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“A Hole in Everything” – Co-Writing Session

April 14, 2013

That’s a working title for a new song with lyrics by me and Jen.

Co-writing continues to be an enjoyable (if sometimes weird) experience for me. This time it was with Jen, and we finished a song I’ve been working on for almost two years. I had a first verse, and then every time I tried to write a second verse, I just couldn’t come up with anything good.

So I played Jen the first verse (and chorus). It was a pretty bare bones character sketch of two people with very different personalities.

I know you were the kind
to be always one branch higher
Anything to be at the top of the tree
And I was the tongue-tied boy
Rooted and grounded and bored
Maybe a broken arm was all I need

Somewhat ironically, it was Jen who pushed for it to be more of a story, so we talked about what kind of relationship between the characters was implied by what was already written, and then something really fun occurred to us: we made it a duet, which is not something we’ve done ever. This opened up an entirely new way to explore the song, because now instead of one person talking about himself and someone else, it was two people talking about the other person.

Male character:
I know you were the kind
to be always one branch higher
Anything to be at the top of the tree

Female character:
When I finished my climb
I knew I was a flier
My heart wanted much more than you and me

Second verse:

Female character:
Always biting your tongue
You played helpless and quiet
Clinging to restraints you were chained to the ground

Male character:
I was the tongue-tied boy
Rooted and grounded and bored
Maybe a broken arm was all I need

I’m quite pleased with what came out. “Miscommunication” is good fodder for stories. Jen commented that the net result is that there’s a disconnect between them, some breakdown in compatibility and their basic ability to even understand each other to work past it. There’s also an interesting psychological bit with the way the narrators construct their sentences: his lines start have “I” as the subject even when talking about the other person; hers use “I” to talk about herself and “you” to talk about the other person.

Jen is better than I am at actually saying what “she” (or her narrator) means, and also seems to have a much easier time being completely open and honest about her own personal experience, so it’s a good foil to my tendency to be oblique sometimes to the point of obscurity. Her willingness to throw every idea out there really helped put me at ease for the session. Mostly I was relegated to rewording things slightly to maintain the rhyme scheme and rhythm, but lyrically it’s a true collaboration now.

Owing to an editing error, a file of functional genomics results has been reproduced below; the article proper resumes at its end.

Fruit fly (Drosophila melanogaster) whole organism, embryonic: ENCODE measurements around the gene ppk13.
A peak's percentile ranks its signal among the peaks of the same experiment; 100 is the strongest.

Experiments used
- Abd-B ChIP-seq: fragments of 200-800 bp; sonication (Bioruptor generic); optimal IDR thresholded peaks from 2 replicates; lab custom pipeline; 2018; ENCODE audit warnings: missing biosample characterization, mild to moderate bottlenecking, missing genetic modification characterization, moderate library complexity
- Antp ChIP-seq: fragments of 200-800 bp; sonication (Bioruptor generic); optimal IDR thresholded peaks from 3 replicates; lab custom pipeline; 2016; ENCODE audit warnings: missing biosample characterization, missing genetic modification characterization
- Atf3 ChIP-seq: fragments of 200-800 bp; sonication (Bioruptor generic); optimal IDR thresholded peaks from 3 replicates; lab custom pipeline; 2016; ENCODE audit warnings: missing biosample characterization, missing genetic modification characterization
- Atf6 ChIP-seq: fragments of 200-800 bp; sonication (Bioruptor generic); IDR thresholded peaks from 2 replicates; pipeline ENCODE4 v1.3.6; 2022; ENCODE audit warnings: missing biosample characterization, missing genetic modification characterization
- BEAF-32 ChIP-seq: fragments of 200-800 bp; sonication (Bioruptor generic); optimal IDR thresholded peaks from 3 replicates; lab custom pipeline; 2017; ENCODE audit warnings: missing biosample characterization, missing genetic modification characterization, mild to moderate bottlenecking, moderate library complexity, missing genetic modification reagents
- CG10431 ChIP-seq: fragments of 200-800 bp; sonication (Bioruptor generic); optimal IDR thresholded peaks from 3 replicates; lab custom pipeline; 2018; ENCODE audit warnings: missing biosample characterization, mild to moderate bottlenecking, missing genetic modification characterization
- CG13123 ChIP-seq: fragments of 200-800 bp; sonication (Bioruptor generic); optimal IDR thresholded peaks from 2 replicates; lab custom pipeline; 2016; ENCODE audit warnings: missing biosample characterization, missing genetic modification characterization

The song has a chorus, and we did some fun vocal things with the harmonies, but I’ll save talking about those for when we have a recording of some sort.


3 Comments leave one →
  1. April 14, 2013 11:21 pm

    Thanks for writing this blog, Jon! I enjoyed reading it–both as a recap of yesterday’s process and as a way of seeing the process through your eyes. I’m still very new to co-writing, and thus was a bit nervous. But I thought you did a great job of gently pushing things forward, helping me to “tease out” my ideas while balancing them out perfectly with your own. Having had no initial intentions/expectations, I was very happily surprised with the results. Go us! 😀

  2. pattunes permalink
    April 15, 2013 11:22 am

    Very interesting little piece and song. Writing seems more a personal learning experience to me than an outward expression. I wonder if that’s universal. I mean that it’s a way of piecing random thoughts and exploring my perception or at least making some sense of experiences like thinking out loud. But I have a question here for the English major: I know that sometimes bad English is conversational and plays better in literature or songs than overly correct construction, but sometimes it’s also the result of forcing rhythm (not wanting to end a line with a downbeat perhaps?) . That last line for instance: IMHO, you might want to change “was” to “is” or “need” to “needed”. No one seems to cross tenses in the same predicate conversationally, in my experience anyway. It just sounds off to me.


  1. Song Sources: “Be What You Like” | Midway Fair

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